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Ex-Marine Who Guarded School Lied About Record

Hughson, Calif. — The Marine Corps veteran who achieved national fame this week for guarding Hughson Elementary School had a far less distinguished service career than he has claimed in public, records obtained yesterday show.

Hughson Unified Superintendent Brian Beck said he asked Craig D. Pusley to leave the school grounds about 10 a.m. yesterday after checking with regional Marine authorities on Pusley’s service. He said Pusley did not argue and simply left.

Beck stressed that Pusley stayed outside the school, except for checking in at the office. “He certainly seemed legit,” Beck said. “It’s just so disheartening.”

Records provided by the Marine Corps show that Pusley served only nine months before being discharged as a private first class in April 2008. The personnel records further indicate that he never served in Iraq or Afghanistan, or anywhere else overseas.

The records contradict Pusley’s claims Wednesday to The Modesto Bee and other media that he is a 28-year-old sergeant who served two tours in Iraq, in Baghdad and Ramadi, and one tour in the Helmand province of Afghanistan.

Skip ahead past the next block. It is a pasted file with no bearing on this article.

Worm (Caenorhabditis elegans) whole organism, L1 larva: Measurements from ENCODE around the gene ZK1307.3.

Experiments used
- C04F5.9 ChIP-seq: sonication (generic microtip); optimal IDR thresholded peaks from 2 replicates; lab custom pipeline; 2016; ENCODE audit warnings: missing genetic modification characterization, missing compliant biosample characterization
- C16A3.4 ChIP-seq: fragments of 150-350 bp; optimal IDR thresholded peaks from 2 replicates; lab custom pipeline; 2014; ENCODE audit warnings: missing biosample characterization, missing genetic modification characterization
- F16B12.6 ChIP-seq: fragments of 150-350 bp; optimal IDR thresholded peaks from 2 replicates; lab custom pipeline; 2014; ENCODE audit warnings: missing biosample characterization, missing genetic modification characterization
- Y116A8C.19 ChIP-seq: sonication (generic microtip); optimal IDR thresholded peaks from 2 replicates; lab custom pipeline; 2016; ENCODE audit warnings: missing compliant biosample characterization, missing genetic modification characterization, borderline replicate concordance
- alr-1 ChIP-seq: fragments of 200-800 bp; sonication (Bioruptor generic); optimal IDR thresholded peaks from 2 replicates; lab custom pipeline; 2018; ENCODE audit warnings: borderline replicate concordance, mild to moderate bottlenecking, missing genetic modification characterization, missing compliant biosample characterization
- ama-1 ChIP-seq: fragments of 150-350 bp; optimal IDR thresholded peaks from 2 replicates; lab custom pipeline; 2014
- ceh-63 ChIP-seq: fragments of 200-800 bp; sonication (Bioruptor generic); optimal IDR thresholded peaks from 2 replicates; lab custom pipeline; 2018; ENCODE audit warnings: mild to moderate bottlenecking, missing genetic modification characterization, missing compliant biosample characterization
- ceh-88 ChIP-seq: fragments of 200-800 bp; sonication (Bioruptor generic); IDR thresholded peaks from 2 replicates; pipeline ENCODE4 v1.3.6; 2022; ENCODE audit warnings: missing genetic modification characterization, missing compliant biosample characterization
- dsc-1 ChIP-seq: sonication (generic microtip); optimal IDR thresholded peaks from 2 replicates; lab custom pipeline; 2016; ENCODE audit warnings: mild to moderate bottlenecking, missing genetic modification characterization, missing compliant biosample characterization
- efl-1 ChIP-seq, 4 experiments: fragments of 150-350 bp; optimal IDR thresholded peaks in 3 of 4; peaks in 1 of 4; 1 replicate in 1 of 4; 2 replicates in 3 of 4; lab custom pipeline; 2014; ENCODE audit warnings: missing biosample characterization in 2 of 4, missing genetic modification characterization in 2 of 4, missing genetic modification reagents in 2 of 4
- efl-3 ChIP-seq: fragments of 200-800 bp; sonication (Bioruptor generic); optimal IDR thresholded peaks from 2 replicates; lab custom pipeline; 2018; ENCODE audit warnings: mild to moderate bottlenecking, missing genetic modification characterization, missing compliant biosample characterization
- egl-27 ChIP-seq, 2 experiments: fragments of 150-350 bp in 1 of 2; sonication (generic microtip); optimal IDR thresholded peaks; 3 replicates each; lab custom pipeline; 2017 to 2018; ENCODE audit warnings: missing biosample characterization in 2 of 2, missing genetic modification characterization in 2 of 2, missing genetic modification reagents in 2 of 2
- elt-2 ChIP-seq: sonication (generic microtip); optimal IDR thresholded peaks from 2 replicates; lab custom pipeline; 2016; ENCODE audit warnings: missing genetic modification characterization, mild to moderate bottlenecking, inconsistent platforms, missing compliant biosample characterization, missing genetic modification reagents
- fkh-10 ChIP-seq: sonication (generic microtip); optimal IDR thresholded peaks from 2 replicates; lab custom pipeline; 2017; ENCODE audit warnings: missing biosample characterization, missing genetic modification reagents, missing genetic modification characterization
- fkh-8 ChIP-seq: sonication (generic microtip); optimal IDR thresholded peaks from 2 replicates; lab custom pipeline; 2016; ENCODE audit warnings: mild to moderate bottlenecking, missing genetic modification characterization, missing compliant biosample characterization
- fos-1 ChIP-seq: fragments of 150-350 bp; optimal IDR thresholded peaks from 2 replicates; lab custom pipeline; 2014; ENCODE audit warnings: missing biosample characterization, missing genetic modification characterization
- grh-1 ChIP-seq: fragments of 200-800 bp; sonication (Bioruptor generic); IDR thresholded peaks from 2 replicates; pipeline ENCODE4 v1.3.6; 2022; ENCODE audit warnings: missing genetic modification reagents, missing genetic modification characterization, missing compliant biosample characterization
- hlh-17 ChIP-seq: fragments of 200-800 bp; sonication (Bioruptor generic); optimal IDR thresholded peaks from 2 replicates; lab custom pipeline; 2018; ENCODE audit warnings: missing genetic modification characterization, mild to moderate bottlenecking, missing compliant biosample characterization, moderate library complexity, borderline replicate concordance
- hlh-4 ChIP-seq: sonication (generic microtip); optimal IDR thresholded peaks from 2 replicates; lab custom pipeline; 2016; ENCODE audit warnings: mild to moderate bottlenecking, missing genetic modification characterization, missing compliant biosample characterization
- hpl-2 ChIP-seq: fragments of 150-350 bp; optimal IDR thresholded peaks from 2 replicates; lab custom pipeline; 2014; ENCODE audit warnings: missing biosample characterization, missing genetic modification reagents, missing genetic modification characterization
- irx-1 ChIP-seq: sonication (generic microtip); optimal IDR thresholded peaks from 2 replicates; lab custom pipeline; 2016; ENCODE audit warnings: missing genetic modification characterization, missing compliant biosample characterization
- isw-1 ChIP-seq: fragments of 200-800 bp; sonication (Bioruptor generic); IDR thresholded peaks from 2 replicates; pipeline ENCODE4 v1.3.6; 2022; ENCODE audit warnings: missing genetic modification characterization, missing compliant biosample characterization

Pusley told The Army Times yesterday that he feels “horrible about this.”

“I cannot emphasize how sorry I am that all of this has happened,” he told the military newspaper. “These were not my intentions. This was never supposed to happen.”

He also told the Times he is 25, that he borrowed the sergeant’s uniform and that he dreamed of being a Marine as a youngster. He lives in this small Central California town with his wife and 3-year-old son; she is expecting their second child in two weeks.

Pusley did not return multiple messages from The Bee left yesterday, but did tell other media that he had been misquoted.

“The Modesto Bee correctly quoted what Mr. Pusley told reporter Nan Austin in a Wednesday interview. We stand by the story,” said Editor Joe Kieta.

Marine Corps Capt. Kendra N. Motz said yesterday that “the record speaks for itself.”

Motz declined to say whether Pusley potentially faces legal proceedings for his exaggerated service claims.

False or exaggerated military claims, though, are not uncommon, and as a general rule, officials appear to primarily focus on those who seek to profit or exploit others.

Beck said it was the lies-not Pusley’s lack of long and illustrious service-that forced him to reassess the Hughson father’s volunteer vigil. “Maybe he just got caught up in it all,” Beck said.